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Executive Summary: COVID-19 Recession Effects on Food Insecurity, Housing and Employment

Executive Summary: COVID-19 Recession Effects on Food Insecurity, Housing and Employment

Long Beach Convention Center food distributionResults from the Census Bureau’s Household Pulse Survey reflect increasing economic hardship for millions of families and individuals across the nation, including food insecurity, eviction, and unemployment. While the effects of the COVID-19 recession are widespread, Black and Latino communities have been hit disproportionately hard. The unemployment rate in August was 8.4% across the nation: 7.4%  for white workers, 10.5% for Latino workers, and 13.0% for Black workers. California’s total unemployment rate was even higher, at 13.3%. Additionally, job losses and furloughs have been especially pervasive in industries with low average wages; these industries supply 30% of jobs, but are currently responsible for 51% of national job loss.

Economic challenges for families with children have also been exasperated by the pandemic. Around 29 million (12.1%) adults across the country responded that their households either sometimes or often couldn’t afford enough food over the week of July 21st, with Latino and Black adults reporting rates more than double those of white households. Children are facing difficult realities that could have long-term effects on their well-being.

  • Around 11-20% of adults responded that their children lacked sufficient food in the last week, meaning that there are about 9-17 million hungry children across the country.
  • In California alone, 2,814,000 adults can’t afford enough groceries.16% of families responded that they couldn’t afford enough food for their children to eat.
  • Since February, 6-7 million more Americans have been approved for SNAP benefits (a 19% increase totaling 4,802,000 people approved for SNAP in California).

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Furthermore, about 1 in 4 kids under eighteen, or 19 million children, live in households that are behind on rent or mortgage and/or can’t afford enough for them to eat. Renters with kids have almost double the likelihood of overdue rent payments than those without children.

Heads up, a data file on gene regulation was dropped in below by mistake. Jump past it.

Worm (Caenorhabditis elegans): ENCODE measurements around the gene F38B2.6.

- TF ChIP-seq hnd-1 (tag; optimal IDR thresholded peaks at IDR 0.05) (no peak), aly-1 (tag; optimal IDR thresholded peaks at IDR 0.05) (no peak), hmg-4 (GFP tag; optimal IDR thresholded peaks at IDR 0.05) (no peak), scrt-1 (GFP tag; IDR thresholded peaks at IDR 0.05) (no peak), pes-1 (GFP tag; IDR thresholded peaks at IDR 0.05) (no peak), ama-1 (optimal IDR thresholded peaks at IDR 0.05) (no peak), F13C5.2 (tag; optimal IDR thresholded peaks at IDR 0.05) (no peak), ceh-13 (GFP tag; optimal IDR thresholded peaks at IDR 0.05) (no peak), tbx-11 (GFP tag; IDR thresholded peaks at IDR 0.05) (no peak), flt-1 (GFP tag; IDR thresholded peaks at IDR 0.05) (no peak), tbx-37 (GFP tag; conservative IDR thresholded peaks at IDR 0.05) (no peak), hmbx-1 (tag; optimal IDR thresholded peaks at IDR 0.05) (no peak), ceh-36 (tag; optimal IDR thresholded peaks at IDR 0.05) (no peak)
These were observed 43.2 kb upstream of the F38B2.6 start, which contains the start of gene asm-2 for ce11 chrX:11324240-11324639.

• Around 8 million children live in homes that are behind on rent.
  • 14.8 million adults (1 in 5 renters) were late on rent the week of July 21st.
  • In California alone, 12,161,000 people or 15% of adults did not pay their rent on time last month.
  • 2 out of 5 children living in rented homes either don’t get enough to eat or their families are behind on rent, or both.

These statistics mean that it’s more important than ever to support our community. For households already facing economic challenges, the COVID-19 recession has been especially devastating. Currently, California is one of the top five states with the highest unemployment levels. Before the pandemic,1 in 5 people in LA County faced food insecurity; now, that number has skyrocketed. With campuses remaining closed, many families are struggling in the absence of school meals and child care. As the most populous county in the nation, it’s especially crucial that we look out for our ten million neighbors. We are so grateful for the dedication of our partners, donors and volunteers in helping us serve more than 900,000 clients each month. Since mid-March, we’ve increased distribution by about 145%, but there are still more children, adults and seniors that need our support.

Read the original article and source material here >

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